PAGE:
“Having worked with other developers and stakeholders representing fisheries and other marine users during our geophysical survey earlier this year, our ultimate ambition is to be a good neighbour and identify opportunities to add value when the project is delivered.

“This approach will continue as our project progresses.

“While it is too early to determine what added value the project could bring, we are assessing all options.”

He added that the project acknowledges “the importance of fisheries and maritime industries to the North East economy and communities.

The Herald: David Hinshelwood, Project Director for Muir Mhór Wind FarmDavid Hinshelwood, Project Director for Muir Mhór Wind Farm (Image: Contributed)

“We are committed to developing Muir Mhòr Offshore Wind Farm as a project that directly supports communities and the green economy in the North East of Scotland by creating job and training opportunities, enabling skills development, and actively contributing to the development of a world-class Scottish supply chain.”

The potential impact of combining wind farms and fish farms  - perhaps two of Scotland’s most divisive sectors in recent years - in a single project was recently explored by researchers from the Scottish Association for Marine Science and Mediterreanea University of Reggio Calabria, Italy, which looked at how coastal communities in Italy and Islay viewed the idea of ‘Multifuctional Offshore Installations (MOIs).

It concluded there were concerns from both over the abilities of regulators to control environmental impacts and added: “Combining  these two technologies on board an MOI presents a unique social as well as technological challenge.”

All of which may well leave Scotland’s fishing community wondering what it means for them.

The Scottish Fishermen’s Federation (SFF) has already expressed concerns over the number of wind farms set to appear in deep water.

Following last year’s Scotwind announcement it warned  “proper scrutiny” must be given to developers’ claims wind farms and fishing can co-exist with little change to existing patterns of activity.

Elspeth Macdonald, chief executive of the SFF, said: “Regardless of the type of technology deployed, offshore wind farms threaten to deprive Scottish fishermen of huge areas of their traditional fishing grounds.

“Indeed, a major report for the SFF and NFFO last year warned that more than half of Scottish waters could be closed to fleets by 2050 if the industry continues to be marginalised by the development of offshore renewables and the expansion of enhanced marine protected areas.


The Herald:

“No-one disputes the need for renewables to help in the battle against climate change, but the scale of development proposed offshore risks putting an already climate-smart industry to the sword.”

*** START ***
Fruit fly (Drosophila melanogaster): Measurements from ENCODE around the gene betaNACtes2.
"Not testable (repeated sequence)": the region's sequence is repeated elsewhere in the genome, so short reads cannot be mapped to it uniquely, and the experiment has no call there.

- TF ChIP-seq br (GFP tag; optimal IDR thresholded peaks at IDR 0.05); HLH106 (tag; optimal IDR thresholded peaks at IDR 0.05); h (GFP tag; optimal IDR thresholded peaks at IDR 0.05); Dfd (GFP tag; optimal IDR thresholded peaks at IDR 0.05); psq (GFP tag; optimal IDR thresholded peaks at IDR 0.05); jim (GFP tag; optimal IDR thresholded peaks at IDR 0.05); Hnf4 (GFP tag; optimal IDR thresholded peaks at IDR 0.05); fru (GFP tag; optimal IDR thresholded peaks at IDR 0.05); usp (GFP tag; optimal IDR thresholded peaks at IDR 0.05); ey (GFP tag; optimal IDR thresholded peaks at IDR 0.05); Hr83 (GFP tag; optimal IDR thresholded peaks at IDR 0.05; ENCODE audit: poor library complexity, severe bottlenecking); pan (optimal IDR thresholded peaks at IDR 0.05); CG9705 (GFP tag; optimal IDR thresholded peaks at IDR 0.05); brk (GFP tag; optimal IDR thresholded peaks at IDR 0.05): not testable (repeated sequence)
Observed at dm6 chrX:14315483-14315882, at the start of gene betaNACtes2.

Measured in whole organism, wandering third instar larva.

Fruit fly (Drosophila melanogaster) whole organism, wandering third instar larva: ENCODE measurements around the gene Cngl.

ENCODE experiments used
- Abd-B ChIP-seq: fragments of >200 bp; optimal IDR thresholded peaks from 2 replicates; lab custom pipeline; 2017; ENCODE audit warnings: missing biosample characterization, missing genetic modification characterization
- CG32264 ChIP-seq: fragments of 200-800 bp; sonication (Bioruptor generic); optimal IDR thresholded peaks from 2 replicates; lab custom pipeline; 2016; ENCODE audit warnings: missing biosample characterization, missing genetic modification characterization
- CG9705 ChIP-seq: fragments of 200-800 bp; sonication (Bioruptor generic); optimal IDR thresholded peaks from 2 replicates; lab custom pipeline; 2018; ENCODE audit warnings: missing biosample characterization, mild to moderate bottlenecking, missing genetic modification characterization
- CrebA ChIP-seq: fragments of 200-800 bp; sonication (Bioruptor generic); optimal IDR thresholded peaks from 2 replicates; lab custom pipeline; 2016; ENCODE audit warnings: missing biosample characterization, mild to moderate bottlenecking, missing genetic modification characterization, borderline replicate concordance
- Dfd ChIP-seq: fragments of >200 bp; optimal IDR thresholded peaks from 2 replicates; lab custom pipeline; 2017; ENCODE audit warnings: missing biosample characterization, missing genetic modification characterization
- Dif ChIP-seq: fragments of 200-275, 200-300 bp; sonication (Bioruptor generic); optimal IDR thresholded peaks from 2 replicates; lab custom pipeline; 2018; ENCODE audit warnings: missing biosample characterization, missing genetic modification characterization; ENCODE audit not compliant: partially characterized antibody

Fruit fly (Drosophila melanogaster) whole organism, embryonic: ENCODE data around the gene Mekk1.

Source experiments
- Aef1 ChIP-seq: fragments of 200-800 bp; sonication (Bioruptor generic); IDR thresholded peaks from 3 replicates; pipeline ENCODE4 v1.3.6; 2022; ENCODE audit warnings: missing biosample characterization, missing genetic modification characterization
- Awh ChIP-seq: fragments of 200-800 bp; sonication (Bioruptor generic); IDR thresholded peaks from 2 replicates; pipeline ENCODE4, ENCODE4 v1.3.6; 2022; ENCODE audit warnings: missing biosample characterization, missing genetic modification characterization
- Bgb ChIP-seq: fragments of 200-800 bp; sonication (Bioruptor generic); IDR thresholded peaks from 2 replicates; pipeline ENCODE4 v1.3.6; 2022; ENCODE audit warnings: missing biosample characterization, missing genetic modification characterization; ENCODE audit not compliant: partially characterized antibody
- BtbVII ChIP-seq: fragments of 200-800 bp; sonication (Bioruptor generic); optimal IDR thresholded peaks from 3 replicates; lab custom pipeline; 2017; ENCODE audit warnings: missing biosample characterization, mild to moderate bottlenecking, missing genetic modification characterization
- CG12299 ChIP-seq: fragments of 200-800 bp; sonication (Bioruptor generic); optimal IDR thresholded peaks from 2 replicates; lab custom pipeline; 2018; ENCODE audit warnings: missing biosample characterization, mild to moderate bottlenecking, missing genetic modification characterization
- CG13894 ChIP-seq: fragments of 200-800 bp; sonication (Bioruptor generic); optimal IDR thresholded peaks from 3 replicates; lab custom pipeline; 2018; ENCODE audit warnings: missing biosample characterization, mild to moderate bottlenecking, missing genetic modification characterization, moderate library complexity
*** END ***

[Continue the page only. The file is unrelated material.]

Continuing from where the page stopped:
Should wind farms in deep sea waters eventually double up as fish and in particular, as salmon farm facilities, Don Staniford, Director of $camon $cotland, would be among those to have concerns.

“Salmon farming is an ill wind that blows nobody any good,” he says.

“Salmon farms - whether located on land, in freshwater or sea lochs or further offshore - are ecologically and ethically bankrupt. 

“Cramming the 'King of Fish' in cages is a welfare nightmare akin to farming golden eagles or albatrosses. 

“Salmon farms are already a noose around the neck of the Highlands and Islands so any further expansion via wind farms will be lethal.”

Others though, are more optimistic.

Heather Jones, CEO of the Sustainable Aquaculture Innovation Centre (SAIC) said: “Innovation is key to a more sustainable future across many different sectors, including both aquaculture and energy.

“Different sections of Scotland’s blue economy are already working together, for example, with Scottish company Tritonia Scientific exploring how subsea mapping can support both salmon producers and Scottish regulatory agencies in understanding the topography of the seabed.

“De-risking investment in new concepts that aren’t yet proven is supported by SAIC, through co-funding projects with industry to ensure robust testing and independent verification of technologies that could offer significant benefits to sustainable fish production.

“By continuing to support the trialling and testing of farming innovations, we can explore what is technically and financially feasible, seeking to drive improvements in fish performance whilst minimising environmental impacts.

“We’ll be interested to see the results of this offshore initiative in Shanghai and whether it sparks any further discussion closer to home between UK seaweed, shellfish and fish farmers and offshore wind developers.”